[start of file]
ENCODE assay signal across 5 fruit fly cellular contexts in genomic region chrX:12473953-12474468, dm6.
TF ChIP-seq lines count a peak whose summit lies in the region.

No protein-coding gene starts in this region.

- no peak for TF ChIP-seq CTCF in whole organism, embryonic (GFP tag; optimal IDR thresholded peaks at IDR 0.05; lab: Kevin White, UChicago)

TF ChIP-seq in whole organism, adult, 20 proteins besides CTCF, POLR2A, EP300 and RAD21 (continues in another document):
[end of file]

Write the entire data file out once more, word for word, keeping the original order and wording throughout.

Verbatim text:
ENCODE assay signal across 5 fruit fly cellular contexts in genomic region chrX:12473953-12474468, dm6.
TF ChIP-seq lines count a peak whose summit lies in the region.

No protein-coding gene starts in this region.

- no peak for TF ChIP-seq CTCF in whole organism, embryonic (GFP tag; optimal IDR thresholded peaks at IDR 0.05; lab: Kevin White, UChicago)

TF ChIP-seq in whole organism, adult, 20 proteins besides CTCF, POLR2A, EP300 and RAD21 (continues in another document):